Review: Inner Demons is an Intervention You Should Skip


Inner Demons posterfile_175477_0_shock-score-3When it comes to found footage, the biggest challenge is coming up for a reason to be shot that way. This leads to the “guy who films everything” scenario or the “camera crew” scenario”, both of which are less than convincing. The new film Inner Demons attempts to bring something new to the table by taking place during a Reality-style Intervention show. Is it successful? That is going to depend on you.

Catholic school good girl Carson (Lara Vosburgh) is not quite the girl she used to be. Having gone from an A student to failing heroin addict, as well as becoming the poster child for The Craft remake, her parents are understandably concerned. Not knowing who to turn to, parents Steve (Christopher Parker) and Beth (Colleen McGrann), do what any responsible family would, they turn to reality TV. Enter reality show parasites producer/host Suzanne (Kate Whitney), cameraman Tim (Brian Flaherty), and cameraman Jason (Morgan McClellan). Why is there no sound guy? Trust me, it will be the least of your wonders.

After a painful (to sit through) intervention, we follow Carson to rehab while she insist that her heroin problem is really a solution. It keeps a dark presence inside her at bay. Cameraman Jason, who has really begun to have a thing for her, attempts to step in and help her. What was a bad situation to start with is about to get worse.

To start off with, Lara Vosburgh is engaging as Carson. She immediately grabs your interest, which is difficult to do from under the ridiculous goth persona. The problem is that she gets no help from most of her supporting cast, leaving a good performance to stand alone amongst a couple of seriously creepy effects and a good intention.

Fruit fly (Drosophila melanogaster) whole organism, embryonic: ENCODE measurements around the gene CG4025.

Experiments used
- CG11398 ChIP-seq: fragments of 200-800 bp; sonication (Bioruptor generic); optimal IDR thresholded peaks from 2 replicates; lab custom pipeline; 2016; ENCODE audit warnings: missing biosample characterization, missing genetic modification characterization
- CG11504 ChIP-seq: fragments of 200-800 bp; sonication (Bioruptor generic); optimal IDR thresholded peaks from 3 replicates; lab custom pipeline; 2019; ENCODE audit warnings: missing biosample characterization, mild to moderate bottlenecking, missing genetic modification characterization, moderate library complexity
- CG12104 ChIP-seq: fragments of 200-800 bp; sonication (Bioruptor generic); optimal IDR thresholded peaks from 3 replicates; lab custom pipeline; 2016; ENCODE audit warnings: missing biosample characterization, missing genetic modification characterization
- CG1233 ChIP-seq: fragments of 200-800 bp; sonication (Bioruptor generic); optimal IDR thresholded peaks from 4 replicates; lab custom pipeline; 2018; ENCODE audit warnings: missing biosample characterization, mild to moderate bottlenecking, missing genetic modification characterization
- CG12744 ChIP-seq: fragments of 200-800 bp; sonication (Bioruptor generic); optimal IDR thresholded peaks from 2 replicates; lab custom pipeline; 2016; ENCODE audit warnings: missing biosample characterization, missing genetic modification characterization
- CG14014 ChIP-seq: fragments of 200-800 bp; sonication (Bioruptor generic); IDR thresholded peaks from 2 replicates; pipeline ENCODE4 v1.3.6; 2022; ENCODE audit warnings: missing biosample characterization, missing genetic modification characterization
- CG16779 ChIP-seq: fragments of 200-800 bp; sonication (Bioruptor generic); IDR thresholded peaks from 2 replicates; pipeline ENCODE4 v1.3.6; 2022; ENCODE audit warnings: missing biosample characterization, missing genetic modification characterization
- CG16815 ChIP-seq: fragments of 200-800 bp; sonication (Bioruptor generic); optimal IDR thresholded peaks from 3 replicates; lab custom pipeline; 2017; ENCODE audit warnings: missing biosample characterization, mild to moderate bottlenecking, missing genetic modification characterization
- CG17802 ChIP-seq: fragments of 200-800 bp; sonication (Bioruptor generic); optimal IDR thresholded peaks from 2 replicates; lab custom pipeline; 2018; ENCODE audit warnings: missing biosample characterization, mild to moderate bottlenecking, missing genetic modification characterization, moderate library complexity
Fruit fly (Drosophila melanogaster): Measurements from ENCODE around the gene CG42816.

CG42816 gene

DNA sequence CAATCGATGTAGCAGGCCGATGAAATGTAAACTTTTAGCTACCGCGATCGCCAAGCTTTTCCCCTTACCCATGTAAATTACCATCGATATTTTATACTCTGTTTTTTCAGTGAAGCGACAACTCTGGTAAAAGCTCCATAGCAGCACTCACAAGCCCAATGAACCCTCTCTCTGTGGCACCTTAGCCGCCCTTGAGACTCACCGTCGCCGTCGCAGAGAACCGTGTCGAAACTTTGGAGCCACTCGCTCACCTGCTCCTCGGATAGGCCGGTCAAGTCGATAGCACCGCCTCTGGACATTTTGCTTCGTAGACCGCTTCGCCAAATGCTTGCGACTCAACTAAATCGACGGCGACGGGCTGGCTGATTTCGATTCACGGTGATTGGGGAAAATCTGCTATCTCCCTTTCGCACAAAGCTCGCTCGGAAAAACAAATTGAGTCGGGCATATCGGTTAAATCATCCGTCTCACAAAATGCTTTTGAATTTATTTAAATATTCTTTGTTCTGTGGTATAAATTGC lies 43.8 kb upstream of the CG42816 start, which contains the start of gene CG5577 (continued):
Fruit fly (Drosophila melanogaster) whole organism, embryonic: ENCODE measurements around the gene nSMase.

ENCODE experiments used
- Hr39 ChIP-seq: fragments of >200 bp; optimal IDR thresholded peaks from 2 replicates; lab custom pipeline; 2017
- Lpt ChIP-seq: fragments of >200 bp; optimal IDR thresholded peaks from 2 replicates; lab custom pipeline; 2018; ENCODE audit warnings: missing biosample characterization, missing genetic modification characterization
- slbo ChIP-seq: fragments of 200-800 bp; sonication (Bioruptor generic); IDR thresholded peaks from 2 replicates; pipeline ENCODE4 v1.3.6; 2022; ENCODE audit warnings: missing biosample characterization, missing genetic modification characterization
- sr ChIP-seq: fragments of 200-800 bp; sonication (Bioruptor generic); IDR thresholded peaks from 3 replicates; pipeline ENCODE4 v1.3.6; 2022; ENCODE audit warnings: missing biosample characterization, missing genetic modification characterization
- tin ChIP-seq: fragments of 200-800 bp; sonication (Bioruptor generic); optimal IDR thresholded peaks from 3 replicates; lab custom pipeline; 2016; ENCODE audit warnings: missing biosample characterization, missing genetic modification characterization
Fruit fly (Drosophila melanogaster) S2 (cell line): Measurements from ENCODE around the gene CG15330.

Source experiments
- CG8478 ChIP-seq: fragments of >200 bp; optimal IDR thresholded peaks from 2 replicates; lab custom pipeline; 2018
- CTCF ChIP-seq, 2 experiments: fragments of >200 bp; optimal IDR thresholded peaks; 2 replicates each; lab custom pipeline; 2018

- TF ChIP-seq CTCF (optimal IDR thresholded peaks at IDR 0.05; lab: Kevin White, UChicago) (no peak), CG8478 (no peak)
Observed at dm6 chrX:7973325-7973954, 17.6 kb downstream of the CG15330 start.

I could understand wanting to go the found footage route given the background of director Seth Grossman, as former producer for A&E’s Intervention. However, one does not lead to experience in the other, and it unfortunately shows in the finished product.

It seems that horror has gotten to the point where found footage is the rule, not the exception. It has actually become an event when a film is NOT found footage and that alone is troubling. Inner Demons does not NEED to be shot in this format (few really do), and the result hurts its credibility. If this is intended as “show” footage, why is the camera crew such a focus? We constantly see them on camera talking about nothing. I guess this is supposed to be character development but it simply plays as filler and more importantly, it takes the focus off of Vosburgh, who having done a credible job carrying her first feature, is undermined by sloppy decisions, illogical editing, and a format that incites mocking.

Inner Demons is not a bad film on its own, but the fact that it is mildly engaging only amplifies the failure to deliver on its potential. Found footage may hide a low budget to an extent, but it also amplifies it. Bad acting and cringe-worthy line readings are giving no camouflage visually or audibly. It’s hard to save a bad script but easy to destroy a good idea and that is what is happening here. Inner Demons is best left for the casual horror fan or found footage enthusiast. In case you are wondering, this is an intervention. Heed my warning.